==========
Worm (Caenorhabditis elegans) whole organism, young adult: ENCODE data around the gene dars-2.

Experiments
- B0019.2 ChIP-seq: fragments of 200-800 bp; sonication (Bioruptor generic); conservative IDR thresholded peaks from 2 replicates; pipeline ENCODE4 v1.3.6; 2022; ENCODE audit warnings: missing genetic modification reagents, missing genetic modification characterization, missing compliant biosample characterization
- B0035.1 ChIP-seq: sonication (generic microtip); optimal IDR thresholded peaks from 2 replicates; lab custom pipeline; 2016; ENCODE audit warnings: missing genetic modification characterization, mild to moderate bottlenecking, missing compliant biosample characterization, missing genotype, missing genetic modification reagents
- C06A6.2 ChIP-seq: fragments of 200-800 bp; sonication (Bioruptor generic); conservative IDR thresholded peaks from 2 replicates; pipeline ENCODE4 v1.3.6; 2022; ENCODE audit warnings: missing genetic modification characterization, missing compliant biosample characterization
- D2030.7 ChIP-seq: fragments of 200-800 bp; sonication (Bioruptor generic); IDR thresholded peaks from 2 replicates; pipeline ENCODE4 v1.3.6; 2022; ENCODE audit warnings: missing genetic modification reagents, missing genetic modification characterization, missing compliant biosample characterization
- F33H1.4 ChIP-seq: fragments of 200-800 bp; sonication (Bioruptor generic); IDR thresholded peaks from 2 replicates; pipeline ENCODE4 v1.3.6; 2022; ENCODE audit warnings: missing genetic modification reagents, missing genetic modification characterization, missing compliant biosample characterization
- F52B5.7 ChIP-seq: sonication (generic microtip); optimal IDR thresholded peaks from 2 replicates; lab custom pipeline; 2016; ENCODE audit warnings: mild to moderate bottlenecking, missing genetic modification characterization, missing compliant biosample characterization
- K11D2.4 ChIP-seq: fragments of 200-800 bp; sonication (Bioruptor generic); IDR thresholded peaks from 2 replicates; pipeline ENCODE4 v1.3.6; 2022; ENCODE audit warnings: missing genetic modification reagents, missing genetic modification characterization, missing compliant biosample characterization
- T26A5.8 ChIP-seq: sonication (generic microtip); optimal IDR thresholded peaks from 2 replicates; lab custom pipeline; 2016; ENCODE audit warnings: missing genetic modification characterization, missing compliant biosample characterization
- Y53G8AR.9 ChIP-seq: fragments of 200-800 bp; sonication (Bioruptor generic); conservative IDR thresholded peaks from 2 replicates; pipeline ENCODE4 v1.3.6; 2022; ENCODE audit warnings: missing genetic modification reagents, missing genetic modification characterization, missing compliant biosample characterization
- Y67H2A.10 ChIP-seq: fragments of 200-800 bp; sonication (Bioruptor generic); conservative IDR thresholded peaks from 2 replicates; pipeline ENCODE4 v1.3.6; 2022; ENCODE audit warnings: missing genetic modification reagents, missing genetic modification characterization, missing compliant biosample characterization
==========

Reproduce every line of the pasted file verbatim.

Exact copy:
Worm (Caenorhabditis elegans) whole organism, young adult: ENCODE data around the gene dars-2.

Experiments
- B0019.2 ChIP-seq: fragments of 200-800 bp; sonication (Bioruptor generic); conservative IDR thresholded peaks from 2 replicates; pipeline ENCODE4 v1.3.6; 2022; ENCODE audit warnings: missing genetic modification reagents, missing genetic modification characterization, missing compliant biosample characterization
- B0035.1 ChIP-seq: sonication (generic microtip); optimal IDR thresholded peaks from 2 replicates; lab custom pipeline; 2016; ENCODE audit warnings: missing genetic modification characterization, mild to moderate bottlenecking, missing compliant biosample characterization, missing genotype, missing genetic modification reagents
- C06A6.2 ChIP-seq: fragments of 200-800 bp; sonication (Bioruptor generic); conservative IDR thresholded peaks from 2 replicates; pipeline ENCODE4 v1.3.6; 2022; ENCODE audit warnings: missing genetic modification characterization, missing compliant biosample characterization
- D2030.7 ChIP-seq: fragments of 200-800 bp; sonication (Bioruptor generic); IDR thresholded peaks from 2 replicates; pipeline ENCODE4 v1.3.6; 2022; ENCODE audit warnings: missing genetic modification reagents, missing genetic modification characterization, missing compliant biosample characterization
- F33H1.4 ChIP-seq: fragments of 200-800 bp; sonication (Bioruptor generic); IDR thresholded peaks from 2 replicates; pipeline ENCODE4 v1.3.6; 2022; ENCODE audit warnings: missing genetic modification reagents, missing genetic modification characterization, missing compliant biosample characterization
- F52B5.7 ChIP-seq: sonication (generic microtip); optimal IDR thresholded peaks from 2 replicates; lab custom pipeline; 2016; ENCODE audit warnings: mild to moderate bottlenecking, missing genetic modification characterization, missing compliant biosample characterization
- K11D2.4 ChIP-seq: fragments of 200-800 bp; sonication (Bioruptor generic); IDR thresholded peaks from 2 replicates; pipeline ENCODE4 v1.3.6; 2022; ENCODE audit warnings: missing genetic modification reagents, missing genetic modification characterization, missing compliant biosample characterization
- T26A5.8 ChIP-seq: sonication (generic microtip); optimal IDR thresholded peaks from 2 replicates; lab custom pipeline; 2016; ENCODE audit warnings: missing genetic modification characterization, missing compliant biosample characterization
- Y53G8AR.9 ChIP-seq: fragments of 200-800 bp; sonication (Bioruptor generic); conservative IDR thresholded peaks from 2 replicates; pipeline ENCODE4 v1.3.6; 2022; ENCODE audit warnings: missing genetic modification reagents, missing genetic modification characterization, missing compliant biosample characterization
- Y67H2A.10 ChIP-seq: fragments of 200-800 bp; sonication (Bioruptor generic); conservative IDR thresholded peaks from 2 replicates; pipeline ENCODE4 v1.3.6; 2022; ENCODE audit warnings: missing genetic modification reagents, missing genetic modification characterization, missing compliant biosample characterization